Lannett has previously challenged FDA in court on the grandfather/new drug status of another product the company marketed without approval - Morphine Sulfate Oral Solution. In that case, the U.S. Court of Appeals for the Tenth Circuit affirmed a November 2010 decision from the U.S. District Court for the District of Wyoming granting FDA’s Motion to Dismiss the lawsuit. In doing so, the Tenth Circuit refused to reach the merits of Lannett’s grandfather drug claim, stating, in relevant part, that “we cannot reach the merits of [Lannett’s] grandfathering claim unless the FDA has engaged in 'final agency action' under the APA. . . . [Lannett’s] failure to avail itself of available administrative remedies [(i.e., use of the citizen petition process)] defeats its claim . . . ." Subsequently, Lannett petitioned FDA on the grandfather status of Morphine Sulfate Oral Solution, perhaps in an effort to obtain final agency action from which to launch a new lawsuit (see our previous post here). Although FDA has not yet substantively responded to that petition, now that Lannett has final agency action on its citizen petition with respect to Oxycodone HCl, a lawsuit challenging FDA on grandfather status might not be far off.
With respect to when and how FDA will take enforcement action against companies marketing unapproved Oxycodone HCl drug products subject to the Agency's notice, the Agency says that it “does not expect to issue a warning letter or any other further warning to firms marketing drug products covered by this notice before taking enforcement action.” Any drug product covered by FDA’s notice that a company (including a manufacturer or distributor) began marketing after September 19, 2011 – the proverbial “line in the sand” FDA drew in the Agency’s most recent iteration of its Marketed Unapproved Drugs Compliance Policy Guide – “is subject to immediate enforcement action.” Products first marketed on or before September 19, 2011, that are not listed with FDA in compliance with FDC Act § 510 before July 6, 2012, and that are introduced or delivered for introduction into interstate commerce after July 6, 2012 are subject to enforcement action. A product listed in full compliance with FDC Act § 510 that is not being “commercially used or sold” in the United States before July 6, 2012, but that is introduced or delivered for introduction into interstate commerce after July 6, 2012 is also subject to enforcement action.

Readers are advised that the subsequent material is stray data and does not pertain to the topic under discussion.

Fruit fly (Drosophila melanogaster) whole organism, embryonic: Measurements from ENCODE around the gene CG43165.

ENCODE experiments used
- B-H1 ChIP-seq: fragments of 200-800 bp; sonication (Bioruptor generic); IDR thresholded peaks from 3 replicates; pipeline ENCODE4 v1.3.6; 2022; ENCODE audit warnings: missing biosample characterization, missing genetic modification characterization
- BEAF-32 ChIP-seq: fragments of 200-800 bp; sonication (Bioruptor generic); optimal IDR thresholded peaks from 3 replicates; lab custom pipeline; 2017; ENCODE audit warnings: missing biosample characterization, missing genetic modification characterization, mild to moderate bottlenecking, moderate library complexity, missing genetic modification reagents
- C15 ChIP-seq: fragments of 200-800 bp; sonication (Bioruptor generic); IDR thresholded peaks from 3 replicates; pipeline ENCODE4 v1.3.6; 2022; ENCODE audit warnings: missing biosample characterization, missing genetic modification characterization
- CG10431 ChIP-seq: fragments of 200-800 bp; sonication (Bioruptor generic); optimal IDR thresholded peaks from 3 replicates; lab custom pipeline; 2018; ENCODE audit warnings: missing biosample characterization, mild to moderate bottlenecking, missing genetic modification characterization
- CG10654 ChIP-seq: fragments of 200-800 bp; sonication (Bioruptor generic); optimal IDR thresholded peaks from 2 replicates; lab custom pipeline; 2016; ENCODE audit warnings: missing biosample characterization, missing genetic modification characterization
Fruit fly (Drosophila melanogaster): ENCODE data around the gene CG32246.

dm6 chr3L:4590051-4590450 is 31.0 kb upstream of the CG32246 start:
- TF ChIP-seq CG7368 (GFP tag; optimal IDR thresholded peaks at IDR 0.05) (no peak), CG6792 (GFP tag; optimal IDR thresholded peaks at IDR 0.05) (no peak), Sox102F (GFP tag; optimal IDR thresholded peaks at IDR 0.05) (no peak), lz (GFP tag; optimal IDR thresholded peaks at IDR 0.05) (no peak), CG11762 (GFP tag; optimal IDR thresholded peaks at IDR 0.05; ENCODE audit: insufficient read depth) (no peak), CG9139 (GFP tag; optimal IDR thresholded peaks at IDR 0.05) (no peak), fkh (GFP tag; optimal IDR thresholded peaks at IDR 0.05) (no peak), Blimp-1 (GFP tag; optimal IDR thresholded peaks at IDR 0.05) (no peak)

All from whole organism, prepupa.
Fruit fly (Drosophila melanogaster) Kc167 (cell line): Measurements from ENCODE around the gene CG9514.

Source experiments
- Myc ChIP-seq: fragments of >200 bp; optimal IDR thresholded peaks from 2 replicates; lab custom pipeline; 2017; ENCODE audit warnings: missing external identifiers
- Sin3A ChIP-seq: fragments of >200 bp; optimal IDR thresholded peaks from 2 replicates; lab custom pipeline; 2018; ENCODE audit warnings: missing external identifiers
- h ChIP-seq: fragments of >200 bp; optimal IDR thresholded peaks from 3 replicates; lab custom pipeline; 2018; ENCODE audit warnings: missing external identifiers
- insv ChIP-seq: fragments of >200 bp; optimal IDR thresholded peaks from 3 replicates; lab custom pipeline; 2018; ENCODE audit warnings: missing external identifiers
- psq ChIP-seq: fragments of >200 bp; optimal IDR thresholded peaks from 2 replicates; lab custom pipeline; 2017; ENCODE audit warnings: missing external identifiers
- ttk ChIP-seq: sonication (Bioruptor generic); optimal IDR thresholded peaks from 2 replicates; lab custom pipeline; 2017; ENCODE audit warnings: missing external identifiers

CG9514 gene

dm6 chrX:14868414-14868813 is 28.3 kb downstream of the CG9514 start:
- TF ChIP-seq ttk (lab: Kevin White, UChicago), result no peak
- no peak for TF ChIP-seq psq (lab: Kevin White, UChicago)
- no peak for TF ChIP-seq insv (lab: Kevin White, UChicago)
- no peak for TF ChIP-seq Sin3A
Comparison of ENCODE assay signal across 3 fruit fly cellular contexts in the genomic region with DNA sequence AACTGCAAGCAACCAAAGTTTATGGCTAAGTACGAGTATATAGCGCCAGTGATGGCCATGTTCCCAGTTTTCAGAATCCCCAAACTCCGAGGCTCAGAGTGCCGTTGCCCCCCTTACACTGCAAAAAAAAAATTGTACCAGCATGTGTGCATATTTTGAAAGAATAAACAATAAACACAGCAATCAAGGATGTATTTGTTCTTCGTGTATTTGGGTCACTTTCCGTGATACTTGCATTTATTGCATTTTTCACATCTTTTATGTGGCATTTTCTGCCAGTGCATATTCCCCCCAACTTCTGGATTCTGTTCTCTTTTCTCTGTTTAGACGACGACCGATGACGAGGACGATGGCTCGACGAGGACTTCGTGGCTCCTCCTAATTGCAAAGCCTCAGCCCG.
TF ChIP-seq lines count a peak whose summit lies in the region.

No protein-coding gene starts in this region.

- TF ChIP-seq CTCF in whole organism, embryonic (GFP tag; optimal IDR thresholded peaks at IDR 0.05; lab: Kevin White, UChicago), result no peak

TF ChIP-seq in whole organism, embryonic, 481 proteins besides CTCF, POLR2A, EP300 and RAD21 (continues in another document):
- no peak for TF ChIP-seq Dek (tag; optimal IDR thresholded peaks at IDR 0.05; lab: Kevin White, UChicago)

The one caveat is that FDA will exercise limited enforcement discretion for what the Agency terms a “currently marketed and listed product,” which includes a drug product covered by the notice that a company began marketing in the United States on or before September 19, 2011. For such currently marketed and listed products, FDA says that the Agency intends to excercise enforcement discretion with respect to a product that is manufactured on or after the date that is 45 days after July 6, 2012, or that is shipped on or after the date that is 90 days after July 6, 2012. After those dates, FDA says that the Agency will take enforcement action (e.g., seizure, injunction, or other judicial or administrative proceeding).